Nitrogen deprivation promotes Populus root growth through global transcriptome reprogramming and activation of hierarchical genetic networks

Authors

  • Hairong Wei,

    1. School of Forest Resources and Environmental Science, Michigan Technological University, Houghton, MI, USA
    2. Biotechnology Research Center, Michigan Technological University, Houghton, MI, USA
    3. Computer Science, Michigan Technological University, Houghton, MI, USA
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    • These authors contributed equally to this work.
  • Yordan S. Yordanov,

    1. School of Forest Resources and Environmental Science, Michigan Technological University, Houghton, MI, USA
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    • These authors contributed equally to this work.
  • Tatyana Georgieva,

    1. School of Forest Resources and Environmental Science, Michigan Technological University, Houghton, MI, USA
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  • Xiang Li,

    1. Computer Science, Michigan Technological University, Houghton, MI, USA
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  • Victor Busov

    Corresponding author
    1. School of Forest Resources and Environmental Science, Michigan Technological University, Houghton, MI, USA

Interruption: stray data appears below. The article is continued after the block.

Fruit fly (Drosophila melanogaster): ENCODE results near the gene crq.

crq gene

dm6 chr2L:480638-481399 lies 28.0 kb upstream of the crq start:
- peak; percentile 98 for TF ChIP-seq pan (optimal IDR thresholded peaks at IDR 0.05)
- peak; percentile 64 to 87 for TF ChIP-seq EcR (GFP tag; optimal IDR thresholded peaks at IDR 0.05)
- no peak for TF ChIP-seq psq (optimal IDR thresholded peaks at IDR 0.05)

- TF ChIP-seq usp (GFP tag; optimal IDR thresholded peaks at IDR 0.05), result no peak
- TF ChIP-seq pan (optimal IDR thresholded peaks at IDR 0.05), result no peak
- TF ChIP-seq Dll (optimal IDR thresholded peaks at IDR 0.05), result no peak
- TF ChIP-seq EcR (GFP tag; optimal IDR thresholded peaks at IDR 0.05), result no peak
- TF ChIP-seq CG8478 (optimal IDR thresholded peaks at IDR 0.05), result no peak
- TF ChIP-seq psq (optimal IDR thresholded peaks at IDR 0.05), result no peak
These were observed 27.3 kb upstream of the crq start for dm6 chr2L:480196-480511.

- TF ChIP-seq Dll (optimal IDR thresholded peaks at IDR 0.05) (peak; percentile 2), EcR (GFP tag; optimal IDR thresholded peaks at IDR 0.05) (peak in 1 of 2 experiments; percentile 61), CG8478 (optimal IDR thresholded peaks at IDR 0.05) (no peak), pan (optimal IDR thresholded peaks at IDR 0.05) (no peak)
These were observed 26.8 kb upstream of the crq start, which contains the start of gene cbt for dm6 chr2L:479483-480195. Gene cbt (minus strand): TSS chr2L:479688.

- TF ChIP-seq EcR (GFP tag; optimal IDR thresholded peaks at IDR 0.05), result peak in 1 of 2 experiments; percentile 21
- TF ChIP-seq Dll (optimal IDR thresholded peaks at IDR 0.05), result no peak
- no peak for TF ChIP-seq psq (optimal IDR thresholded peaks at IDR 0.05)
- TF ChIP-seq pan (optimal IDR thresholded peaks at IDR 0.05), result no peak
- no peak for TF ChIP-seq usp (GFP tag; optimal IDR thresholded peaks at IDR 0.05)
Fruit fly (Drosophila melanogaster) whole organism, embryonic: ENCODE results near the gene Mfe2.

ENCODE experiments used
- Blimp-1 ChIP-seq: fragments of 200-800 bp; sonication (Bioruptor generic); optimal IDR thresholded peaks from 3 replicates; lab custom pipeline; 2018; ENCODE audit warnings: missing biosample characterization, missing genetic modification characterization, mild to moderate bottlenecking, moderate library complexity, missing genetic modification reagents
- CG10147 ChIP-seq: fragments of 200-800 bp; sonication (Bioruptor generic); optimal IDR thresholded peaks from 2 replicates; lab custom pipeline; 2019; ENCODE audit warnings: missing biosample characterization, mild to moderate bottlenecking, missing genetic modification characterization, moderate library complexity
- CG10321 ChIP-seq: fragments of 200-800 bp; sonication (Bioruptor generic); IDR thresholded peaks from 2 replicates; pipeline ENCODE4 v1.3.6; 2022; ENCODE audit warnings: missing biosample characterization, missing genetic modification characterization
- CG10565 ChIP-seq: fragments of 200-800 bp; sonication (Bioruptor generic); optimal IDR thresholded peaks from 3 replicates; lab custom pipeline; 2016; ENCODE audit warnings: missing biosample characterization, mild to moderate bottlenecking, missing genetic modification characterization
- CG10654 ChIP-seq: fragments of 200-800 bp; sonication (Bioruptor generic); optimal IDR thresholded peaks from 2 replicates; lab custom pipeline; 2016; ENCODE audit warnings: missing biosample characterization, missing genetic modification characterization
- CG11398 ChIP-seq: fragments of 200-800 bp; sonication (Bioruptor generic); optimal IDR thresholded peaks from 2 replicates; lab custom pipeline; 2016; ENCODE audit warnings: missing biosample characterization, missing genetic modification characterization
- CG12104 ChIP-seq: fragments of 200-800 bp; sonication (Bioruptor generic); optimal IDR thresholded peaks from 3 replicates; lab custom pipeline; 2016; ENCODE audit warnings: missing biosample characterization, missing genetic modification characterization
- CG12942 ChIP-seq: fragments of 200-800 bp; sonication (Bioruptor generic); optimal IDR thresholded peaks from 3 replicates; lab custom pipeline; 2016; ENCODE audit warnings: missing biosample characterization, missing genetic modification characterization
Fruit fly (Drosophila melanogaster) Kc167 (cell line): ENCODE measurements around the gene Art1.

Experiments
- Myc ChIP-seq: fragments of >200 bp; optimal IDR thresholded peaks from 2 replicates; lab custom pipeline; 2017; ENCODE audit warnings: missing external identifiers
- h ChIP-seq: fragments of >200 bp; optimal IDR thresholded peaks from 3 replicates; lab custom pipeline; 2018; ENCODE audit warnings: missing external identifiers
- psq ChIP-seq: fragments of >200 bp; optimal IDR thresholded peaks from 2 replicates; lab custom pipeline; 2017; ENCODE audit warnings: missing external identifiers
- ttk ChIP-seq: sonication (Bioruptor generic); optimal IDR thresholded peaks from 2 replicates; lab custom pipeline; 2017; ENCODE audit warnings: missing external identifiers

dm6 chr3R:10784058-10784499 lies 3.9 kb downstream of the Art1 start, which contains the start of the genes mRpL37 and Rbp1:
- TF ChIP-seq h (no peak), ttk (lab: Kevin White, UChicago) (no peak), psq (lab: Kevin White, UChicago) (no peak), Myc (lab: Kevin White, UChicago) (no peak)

2. Biotechnology Research Center, Michigan Technological University, Houghton, MI, USA
    • Author for correspondence:

      Victor Busov

      Tel: +1 906 487 1728

      Email: vbusov@mtu.edu

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Summary

  • We show a distinct and previously poorly characterized response of poplar (Populus tremula × Populus alba) roots to low nitrogen (LN), which involves activation of root growth and significant transcriptome reprogramming.
  • Analysis of the temporal patterns of enriched ontologies among the differentially expressed genes revealed an ordered assembly of functionally cohesive biological events that aligned well with growth and morphological responses. A core set of 28 biological processes was significantly enriched across the whole studied period and 21 of these were also enriched in the roots of Arabidopsis thaliana during the LN response. More than half (15) of the 28 processes belong to gene ontology (GO) terms associated with signaling and signal transduction pathways, suggesting the presence of conserved signaling mechanisms triggered by LN.
  • A reconstruction of genetic regulatory network analysis revealed a sub-network centered on a PtaNAC1 (P. tremula × alba NAM, ATAF, CUC 1) transcription factor. PtaNAC1 root-specific up-regulation increased root biomass and significantly changed the expression of the connected hub genes specifically under LN.
  • Our results provide evidence that the root response to LN involves hierarchically structured genetic networks centered on key regulatory factors. Targeting these factors via genetic engineering or breeding approaches can allow dynamic adjustment of root architecture in response to variable nitrogen availabilities in the soil.

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